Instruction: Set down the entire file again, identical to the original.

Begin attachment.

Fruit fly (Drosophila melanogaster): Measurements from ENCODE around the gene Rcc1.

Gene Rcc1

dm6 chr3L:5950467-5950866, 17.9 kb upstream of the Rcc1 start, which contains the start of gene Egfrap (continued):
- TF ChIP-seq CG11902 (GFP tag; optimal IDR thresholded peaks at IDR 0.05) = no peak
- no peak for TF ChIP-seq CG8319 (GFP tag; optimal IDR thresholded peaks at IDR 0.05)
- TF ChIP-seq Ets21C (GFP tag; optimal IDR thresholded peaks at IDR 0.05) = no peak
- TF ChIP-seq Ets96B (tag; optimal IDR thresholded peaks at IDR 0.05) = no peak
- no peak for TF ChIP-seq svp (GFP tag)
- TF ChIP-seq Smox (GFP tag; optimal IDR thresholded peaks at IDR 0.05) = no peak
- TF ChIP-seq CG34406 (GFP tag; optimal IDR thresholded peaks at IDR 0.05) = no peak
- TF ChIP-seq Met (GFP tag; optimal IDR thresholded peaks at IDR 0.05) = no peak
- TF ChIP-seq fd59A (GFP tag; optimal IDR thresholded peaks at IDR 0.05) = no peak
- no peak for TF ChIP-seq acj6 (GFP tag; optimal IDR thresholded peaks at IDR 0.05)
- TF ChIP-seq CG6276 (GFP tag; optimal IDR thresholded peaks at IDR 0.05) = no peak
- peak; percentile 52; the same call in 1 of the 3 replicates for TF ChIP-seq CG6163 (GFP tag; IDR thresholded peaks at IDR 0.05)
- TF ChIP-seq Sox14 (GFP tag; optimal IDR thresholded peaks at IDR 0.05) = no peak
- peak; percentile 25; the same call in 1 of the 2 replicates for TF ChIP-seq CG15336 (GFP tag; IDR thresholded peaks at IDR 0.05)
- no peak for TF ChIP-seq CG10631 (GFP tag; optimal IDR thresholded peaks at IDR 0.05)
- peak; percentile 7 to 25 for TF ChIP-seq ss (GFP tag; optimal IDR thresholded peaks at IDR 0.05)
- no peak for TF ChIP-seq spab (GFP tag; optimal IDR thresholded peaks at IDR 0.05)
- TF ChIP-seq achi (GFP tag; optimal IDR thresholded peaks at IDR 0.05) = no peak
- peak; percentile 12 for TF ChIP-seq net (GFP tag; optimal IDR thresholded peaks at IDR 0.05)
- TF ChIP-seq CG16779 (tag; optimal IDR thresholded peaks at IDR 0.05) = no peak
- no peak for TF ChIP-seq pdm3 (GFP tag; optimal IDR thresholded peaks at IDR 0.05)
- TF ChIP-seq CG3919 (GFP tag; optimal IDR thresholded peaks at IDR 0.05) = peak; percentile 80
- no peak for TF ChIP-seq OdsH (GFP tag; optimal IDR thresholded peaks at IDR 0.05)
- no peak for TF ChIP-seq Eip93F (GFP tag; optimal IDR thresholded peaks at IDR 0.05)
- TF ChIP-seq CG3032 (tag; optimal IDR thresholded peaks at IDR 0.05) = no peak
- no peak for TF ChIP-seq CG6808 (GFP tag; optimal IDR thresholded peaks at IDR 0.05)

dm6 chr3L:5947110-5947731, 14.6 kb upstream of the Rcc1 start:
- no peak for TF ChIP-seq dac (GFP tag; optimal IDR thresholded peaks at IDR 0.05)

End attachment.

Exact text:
Fruit fly (Drosophila melanogaster): Measurements from ENCODE around the gene Rcc1.

Gene Rcc1

dm6 chr3L:5950467-5950866, 17.9 kb upstream of the Rcc1 start, which contains the start of gene Egfrap (continued):
- TF ChIP-seq CG11902 (GFP tag; optimal IDR thresholded peaks at IDR 0.05) = no peak
- no peak for TF ChIP-seq CG8319 (GFP tag; optimal IDR thresholded peaks at IDR 0.05)
- TF ChIP-seq Ets21C (GFP tag; optimal IDR thresholded peaks at IDR 0.05) = no peak
- TF ChIP-seq Ets96B (tag; optimal IDR thresholded peaks at IDR 0.05) = no peak
- no peak for TF ChIP-seq svp (GFP tag)
- TF ChIP-seq Smox (GFP tag; optimal IDR thresholded peaks at IDR 0.05) = no peak
- TF ChIP-seq CG34406 (GFP tag; optimal IDR thresholded peaks at IDR 0.05) = no peak
- TF ChIP-seq Met (GFP tag; optimal IDR thresholded peaks at IDR 0.05) = no peak
- TF ChIP-seq fd59A (GFP tag; optimal IDR thresholded peaks at IDR 0.05) = no peak
- no peak for TF ChIP-seq acj6 (GFP tag; optimal IDR thresholded peaks at IDR 0.05)
- TF ChIP-seq CG6276 (GFP tag; optimal IDR thresholded peaks at IDR 0.05) = no peak
- peak; percentile 52; the same call in 1 of the 3 replicates for TF ChIP-seq CG6163 (GFP tag; IDR thresholded peaks at IDR 0.05)
- TF ChIP-seq Sox14 (GFP tag; optimal IDR thresholded peaks at IDR 0.05) = no peak
- peak; percentile 25; the same call in 1 of the 2 replicates for TF ChIP-seq CG15336 (GFP tag; IDR thresholded peaks at IDR 0.05)
- no peak for TF ChIP-seq CG10631 (GFP tag; optimal IDR thresholded peaks at IDR 0.05)
- peak; percentile 7 to 25 for TF ChIP-seq ss (GFP tag; optimal IDR thresholded peaks at IDR 0.05)
- no peak for TF ChIP-seq spab (GFP tag; optimal IDR thresholded peaks at IDR 0.05)
- TF ChIP-seq achi (GFP tag; optimal IDR thresholded peaks at IDR 0.05) = no peak
- peak; percentile 12 for TF ChIP-seq net (GFP tag; optimal IDR thresholded peaks at IDR 0.05)
- TF ChIP-seq CG16779 (tag; optimal IDR thresholded peaks at IDR 0.05) = no peak
- no peak for TF ChIP-seq pdm3 (GFP tag; optimal IDR thresholded peaks at IDR 0.05)
- TF ChIP-seq CG3919 (GFP tag; optimal IDR thresholded peaks at IDR 0.05) = peak; percentile 80
- no peak for TF ChIP-seq OdsH (GFP tag; optimal IDR thresholded peaks at IDR 0.05)
- no peak for TF ChIP-seq Eip93F (GFP tag; optimal IDR thresholded peaks at IDR 0.05)
- TF ChIP-seq CG3032 (tag; optimal IDR thresholded peaks at IDR 0.05) = no peak
- no peak for TF ChIP-seq CG6808 (GFP tag; optimal IDR thresholded peaks at IDR 0.05)

dm6 chr3L:5947110-5947731, 14.6 kb upstream of the Rcc1 start:
- no peak for TF ChIP-seq dac (GFP tag; optimal IDR thresholded peaks at IDR 0.05)